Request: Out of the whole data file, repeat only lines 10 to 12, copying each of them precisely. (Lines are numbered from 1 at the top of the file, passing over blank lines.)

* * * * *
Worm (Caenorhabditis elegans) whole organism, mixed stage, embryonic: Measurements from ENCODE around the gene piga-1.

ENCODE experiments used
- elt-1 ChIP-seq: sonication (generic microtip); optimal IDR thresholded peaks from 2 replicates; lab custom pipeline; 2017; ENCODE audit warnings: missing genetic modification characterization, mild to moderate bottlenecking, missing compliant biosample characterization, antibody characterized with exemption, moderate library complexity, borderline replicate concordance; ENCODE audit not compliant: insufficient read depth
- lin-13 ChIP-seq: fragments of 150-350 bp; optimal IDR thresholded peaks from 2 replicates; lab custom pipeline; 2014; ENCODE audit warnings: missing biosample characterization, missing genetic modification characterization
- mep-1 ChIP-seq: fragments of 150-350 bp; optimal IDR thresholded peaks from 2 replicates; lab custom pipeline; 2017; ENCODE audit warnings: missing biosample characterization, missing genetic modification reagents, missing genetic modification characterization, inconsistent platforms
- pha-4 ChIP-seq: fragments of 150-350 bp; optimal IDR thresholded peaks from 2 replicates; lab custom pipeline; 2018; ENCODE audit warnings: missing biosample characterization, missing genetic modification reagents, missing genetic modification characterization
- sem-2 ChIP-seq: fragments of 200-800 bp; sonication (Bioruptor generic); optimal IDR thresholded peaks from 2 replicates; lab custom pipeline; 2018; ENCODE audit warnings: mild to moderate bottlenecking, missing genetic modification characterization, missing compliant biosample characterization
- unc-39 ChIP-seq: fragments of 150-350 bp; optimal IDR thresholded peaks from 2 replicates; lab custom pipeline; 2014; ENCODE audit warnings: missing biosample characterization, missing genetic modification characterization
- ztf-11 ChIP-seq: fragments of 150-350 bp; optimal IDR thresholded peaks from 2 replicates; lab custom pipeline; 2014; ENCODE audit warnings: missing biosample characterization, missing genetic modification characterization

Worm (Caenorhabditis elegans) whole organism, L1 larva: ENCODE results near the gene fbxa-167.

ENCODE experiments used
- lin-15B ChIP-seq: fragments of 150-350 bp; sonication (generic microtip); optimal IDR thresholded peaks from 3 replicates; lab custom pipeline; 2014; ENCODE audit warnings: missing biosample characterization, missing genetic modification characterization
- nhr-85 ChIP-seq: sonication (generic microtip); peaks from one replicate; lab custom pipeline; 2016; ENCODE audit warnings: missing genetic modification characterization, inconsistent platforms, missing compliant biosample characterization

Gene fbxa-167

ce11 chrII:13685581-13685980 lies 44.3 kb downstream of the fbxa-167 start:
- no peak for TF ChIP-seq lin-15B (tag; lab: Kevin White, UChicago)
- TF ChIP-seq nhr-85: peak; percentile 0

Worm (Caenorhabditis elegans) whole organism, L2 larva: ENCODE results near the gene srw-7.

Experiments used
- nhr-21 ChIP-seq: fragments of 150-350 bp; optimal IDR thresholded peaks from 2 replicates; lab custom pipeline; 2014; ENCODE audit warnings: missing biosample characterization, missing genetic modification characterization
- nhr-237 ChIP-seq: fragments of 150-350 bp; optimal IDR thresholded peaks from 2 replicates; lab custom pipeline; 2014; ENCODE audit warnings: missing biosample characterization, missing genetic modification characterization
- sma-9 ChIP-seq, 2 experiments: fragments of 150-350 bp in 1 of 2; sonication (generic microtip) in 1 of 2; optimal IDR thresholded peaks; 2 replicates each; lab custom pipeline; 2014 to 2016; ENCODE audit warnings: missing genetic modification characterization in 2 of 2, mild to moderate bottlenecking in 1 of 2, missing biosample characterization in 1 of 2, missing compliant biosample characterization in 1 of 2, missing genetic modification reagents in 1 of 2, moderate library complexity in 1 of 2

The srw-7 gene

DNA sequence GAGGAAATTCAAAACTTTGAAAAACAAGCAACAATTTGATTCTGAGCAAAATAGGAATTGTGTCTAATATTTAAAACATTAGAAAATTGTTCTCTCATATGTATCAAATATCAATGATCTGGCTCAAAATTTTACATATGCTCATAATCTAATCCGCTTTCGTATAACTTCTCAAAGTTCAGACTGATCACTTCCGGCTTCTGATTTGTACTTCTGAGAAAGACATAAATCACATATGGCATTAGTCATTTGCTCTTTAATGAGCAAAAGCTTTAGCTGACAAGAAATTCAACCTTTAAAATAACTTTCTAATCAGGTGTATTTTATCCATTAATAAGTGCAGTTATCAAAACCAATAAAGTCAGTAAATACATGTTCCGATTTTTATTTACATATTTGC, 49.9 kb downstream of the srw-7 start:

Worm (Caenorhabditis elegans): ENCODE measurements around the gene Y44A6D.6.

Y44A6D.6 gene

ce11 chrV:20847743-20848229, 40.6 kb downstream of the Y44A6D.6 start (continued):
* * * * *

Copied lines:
Worm (Caenorhabditis elegans) whole organism, L1 larva: ENCODE results near the gene fbxa-167.

ENCODE experiments used
- lin-15B ChIP-seq: fragments of 150-350 bp; sonication (generic microtip); optimal IDR thresholded peaks from 3 replicates; lab custom pipeline; 2014; ENCODE audit warnings: missing biosample characterization, missing genetic modification characterization